Starbucks at 3904 Commercial St. S.E. in Salem on Tuesday, May 31, 2022. (Ardeshir Tabrizian/Salem Reporter)
Workers at a southeast Salem Starbucks may soon be the first in the city to unionize.
In a letter published Thursday, workers for the Starbucks at Southeast Commercial Street and Oakhill Avenue said they intend to form a union, citing concerns including being short on staff, products and working machinery as well as low pay.
The effort if successful would make the Salem store one of 13 unionized Starbucks stores in Oregon, with currently seven in Eugene and five in the Portland area, according to SB Workers United, a union that represents 150 to 200 Starbucks workers in the state.
Of the store’s 27 employees, 21 have verbally agreed to join a new union, according to Ashley Gregory, a 20-year-old barista who has been at Starbucks for a year and signed the letter.
They are waiting for the chance to officially vote, which could take up to six weeks. She said the next step would be a National Labor Relations Board election.
“We love where we work, we love our partners, we love what we do, we just know that it can be better,” Gregory told Salem Reporter. “I just know that I’m going to be drained because one person calls out, then I have to do like four people’s jobs.”
Gregory also does not believe their workers are compensated enough for the work they do. She said she earns $14 an hour, and shift supervisors make closer to $17-$19 an hour.
Many may believe baristas “shouldn’t even be making that much,” she said. “But also, we still deserve to live comfortably, and we still deserve to pay our bills and we still deserve to be able to go to the doctor. And at this moment in time, we are not able to do that comfortably.”
A Starbucks spokesperson responding to the letter told Salem Reporter Tuesday that they are “listening and learning” from the employees.
“We’ve been clear in our belief that we are better together as partners, without a union between us, and that conviction has not changed,” they said in an email.
The company did not respond to a follow-up question about whether they plan to voluntarily recognize the union or will force it to go to an election. Historically, Starbucks has not voluntarily recognized unions.
Gregory said she believes workers are not unionized at more Starbucks stores due to a lack of understanding and stigma around unions.
She said that in the era of Tik Tok and other social media platforms, drink orders have become “out of control” with add-ons. Workers have to follow a strict timeframe per customer of three minutes from arriving to ordering, which means one person calling out sick can have a major impact.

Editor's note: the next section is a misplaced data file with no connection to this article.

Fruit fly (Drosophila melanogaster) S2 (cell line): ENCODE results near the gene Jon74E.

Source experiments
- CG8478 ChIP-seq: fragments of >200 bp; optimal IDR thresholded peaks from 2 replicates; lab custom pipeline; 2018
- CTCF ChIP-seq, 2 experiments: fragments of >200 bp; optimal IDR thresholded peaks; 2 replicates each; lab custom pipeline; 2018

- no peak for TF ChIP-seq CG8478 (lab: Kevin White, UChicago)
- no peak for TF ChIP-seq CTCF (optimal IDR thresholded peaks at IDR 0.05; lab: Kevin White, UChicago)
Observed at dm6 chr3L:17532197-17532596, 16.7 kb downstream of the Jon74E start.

“If we don’t have that extra person to help with the customizations or to just even give us the product we need, we are behind on times, and it’s just chaotic and we all feel it. It just sucks the life out of us,” she said.
Workers wrote in the letter that they run out of products “constantly” and that their machinery breaks weekly.
Gregory also said some customers are asked on their Starbucks app to take a survey on the quality of their drinks and the barista’s service.
“The drink part makes sense to me, but grading on us on how well we talk to customers at a window in a high-pressure environment is the part that I can’t do,” she said.
The responses then go toward that worker’s “customer connection” score. She said poor ratings prompt conversations about focusing on customer connections, not turning their backs to customers and making sure to converse with them.
“Some people don’t want to talk or some people just can’t continue a conversation, and they don’t take into account those things,” she said.
Gregory said she doesn’t want the unionization conversation to focus on Starbucks alone.
“Workers are the backbone of our society, and yet we are trod on and ground underfoot, given the bare minimum, considered ‘essential’ one day and then disposable the next,” the workers wrote in the letter. ”We have seen the profits that many big-name companies – Starbucks among them – make, and we have seen that number go up, and up, and up, receiving only the leftover crumbs as our reward. Consider this our declaration and our example to our fellow ‘essential’ workers of all kinds throughout the nation: we are worth more than this.”
Contact reporter Ardeshir Tabrizian: [email protected] or 503-929-3053.
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